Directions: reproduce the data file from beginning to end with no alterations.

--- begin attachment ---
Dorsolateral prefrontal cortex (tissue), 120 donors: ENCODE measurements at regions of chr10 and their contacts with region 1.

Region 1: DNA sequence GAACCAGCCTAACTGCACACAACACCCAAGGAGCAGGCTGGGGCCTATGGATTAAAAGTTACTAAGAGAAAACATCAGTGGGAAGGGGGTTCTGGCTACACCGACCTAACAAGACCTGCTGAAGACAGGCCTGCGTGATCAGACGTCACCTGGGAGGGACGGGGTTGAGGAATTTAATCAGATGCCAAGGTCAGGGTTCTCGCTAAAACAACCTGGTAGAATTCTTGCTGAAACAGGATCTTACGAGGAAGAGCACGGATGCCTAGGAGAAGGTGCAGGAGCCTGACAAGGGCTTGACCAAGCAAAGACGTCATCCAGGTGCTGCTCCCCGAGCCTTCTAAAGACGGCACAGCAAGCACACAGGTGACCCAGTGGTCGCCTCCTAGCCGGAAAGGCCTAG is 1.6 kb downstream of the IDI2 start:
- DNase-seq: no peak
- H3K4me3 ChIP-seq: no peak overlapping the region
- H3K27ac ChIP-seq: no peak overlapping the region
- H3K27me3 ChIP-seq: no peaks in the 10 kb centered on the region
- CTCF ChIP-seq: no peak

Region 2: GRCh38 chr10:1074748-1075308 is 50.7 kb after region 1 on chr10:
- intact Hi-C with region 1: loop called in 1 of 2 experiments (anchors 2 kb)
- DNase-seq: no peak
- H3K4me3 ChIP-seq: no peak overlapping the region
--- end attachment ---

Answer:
Dorsolateral prefrontal cortex (tissue), 120 donors: ENCODE measurements at regions of chr10 and their contacts with region 1.

Region 1: DNA sequence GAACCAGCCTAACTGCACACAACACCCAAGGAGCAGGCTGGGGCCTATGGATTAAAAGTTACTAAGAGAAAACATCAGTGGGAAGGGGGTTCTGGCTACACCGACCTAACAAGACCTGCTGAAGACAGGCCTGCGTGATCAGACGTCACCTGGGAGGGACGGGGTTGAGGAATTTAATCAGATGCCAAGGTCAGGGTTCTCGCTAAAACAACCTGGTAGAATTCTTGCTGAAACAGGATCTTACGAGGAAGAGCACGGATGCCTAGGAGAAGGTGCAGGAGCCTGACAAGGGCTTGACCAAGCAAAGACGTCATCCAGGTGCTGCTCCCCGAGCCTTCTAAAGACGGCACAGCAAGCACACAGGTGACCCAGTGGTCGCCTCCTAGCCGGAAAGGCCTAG is 1.6 kb downstream of the IDI2 start:
- DNase-seq: no peak
- H3K4me3 ChIP-seq: no peak overlapping the region
- H3K27ac ChIP-seq: no peak overlapping the region
- H3K27me3 ChIP-seq: no peaks in the 10 kb centered on the region
- CTCF ChIP-seq: no peak

Region 2: GRCh38 chr10:1074748-1075308 is 50.7 kb after region 1 on chr10:
- intact Hi-C with region 1: loop called in 1 of 2 experiments (anchors 2 kb)
- DNase-seq: no peak
- H3K4me3 ChIP-seq: no peak overlapping the region